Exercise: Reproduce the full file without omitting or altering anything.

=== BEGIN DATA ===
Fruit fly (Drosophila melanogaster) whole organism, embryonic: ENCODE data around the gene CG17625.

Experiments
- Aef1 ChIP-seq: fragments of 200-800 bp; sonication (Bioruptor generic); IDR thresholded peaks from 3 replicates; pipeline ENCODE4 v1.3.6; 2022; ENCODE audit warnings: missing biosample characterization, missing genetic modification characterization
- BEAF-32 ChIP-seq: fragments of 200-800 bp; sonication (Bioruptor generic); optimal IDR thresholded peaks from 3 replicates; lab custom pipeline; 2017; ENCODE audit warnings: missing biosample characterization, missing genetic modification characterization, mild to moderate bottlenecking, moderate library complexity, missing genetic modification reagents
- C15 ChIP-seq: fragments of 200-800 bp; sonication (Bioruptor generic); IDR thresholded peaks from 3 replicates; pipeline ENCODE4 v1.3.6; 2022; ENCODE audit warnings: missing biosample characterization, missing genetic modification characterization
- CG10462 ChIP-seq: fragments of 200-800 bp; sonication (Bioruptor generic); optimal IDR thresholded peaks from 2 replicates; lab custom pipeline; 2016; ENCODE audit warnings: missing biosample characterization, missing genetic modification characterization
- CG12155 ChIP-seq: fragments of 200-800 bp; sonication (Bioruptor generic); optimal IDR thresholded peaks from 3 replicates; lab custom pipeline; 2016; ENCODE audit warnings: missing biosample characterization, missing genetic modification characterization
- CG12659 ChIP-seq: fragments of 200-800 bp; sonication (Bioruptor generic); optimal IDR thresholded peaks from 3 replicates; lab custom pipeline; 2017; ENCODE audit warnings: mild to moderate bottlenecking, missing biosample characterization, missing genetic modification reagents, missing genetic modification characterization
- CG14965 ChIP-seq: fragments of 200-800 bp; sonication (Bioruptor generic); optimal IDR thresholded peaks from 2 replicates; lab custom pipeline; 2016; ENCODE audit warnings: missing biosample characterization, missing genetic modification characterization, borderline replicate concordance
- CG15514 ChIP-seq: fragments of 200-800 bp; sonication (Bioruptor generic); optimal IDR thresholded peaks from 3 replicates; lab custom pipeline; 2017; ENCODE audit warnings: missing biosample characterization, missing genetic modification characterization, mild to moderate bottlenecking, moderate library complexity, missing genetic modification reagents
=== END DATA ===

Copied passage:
Fruit fly (Drosophila melanogaster) whole organism, embryonic: ENCODE data around the gene CG17625.

Experiments
- Aef1 ChIP-seq: fragments of 200-800 bp; sonication (Bioruptor generic); IDR thresholded peaks from 3 replicates; pipeline ENCODE4 v1.3.6; 2022; ENCODE audit warnings: missing biosample characterization, missing genetic modification characterization
- BEAF-32 ChIP-seq: fragments of 200-800 bp; sonication (Bioruptor generic); optimal IDR thresholded peaks from 3 replicates; lab custom pipeline; 2017; ENCODE audit warnings: missing biosample characterization, missing genetic modification characterization, mild to moderate bottlenecking, moderate library complexity, missing genetic modification reagents
- C15 ChIP-seq: fragments of 200-800 bp; sonication (Bioruptor generic); IDR thresholded peaks from 3 replicates; pipeline ENCODE4 v1.3.6; 2022; ENCODE audit warnings: missing biosample characterization, missing genetic modification characterization
- CG10462 ChIP-seq: fragments of 200-800 bp; sonication (Bioruptor generic); optimal IDR thresholded peaks from 2 replicates; lab custom pipeline; 2016; ENCODE audit warnings: missing biosample characterization, missing genetic modification characterization
- CG12155 ChIP-seq: fragments of 200-800 bp; sonication (Bioruptor generic); optimal IDR thresholded peaks from 3 replicates; lab custom pipeline; 2016; ENCODE audit warnings: missing biosample characterization, missing genetic modification characterization
- CG12659 ChIP-seq: fragments of 200-800 bp; sonication (Bioruptor generic); optimal IDR thresholded peaks from 3 replicates; lab custom pipeline; 2017; ENCODE audit warnings: mild to moderate bottlenecking, missing biosample characterization, missing genetic modification reagents, missing genetic modification characterization
- CG14965 ChIP-seq: fragments of 200-800 bp; sonication (Bioruptor generic); optimal IDR thresholded peaks from 2 replicates; lab custom pipeline; 2016; ENCODE audit warnings: missing biosample characterization, missing genetic modification characterization, borderline replicate concordance
- CG15514 ChIP-seq: fragments of 200-800 bp; sonication (Bioruptor generic); optimal IDR thresholded peaks from 3 replicates; lab custom pipeline; 2017; ENCODE audit warnings: missing biosample characterization, missing genetic modification characterization, mild to moderate bottlenecking, moderate library complexity, missing genetic modification reagents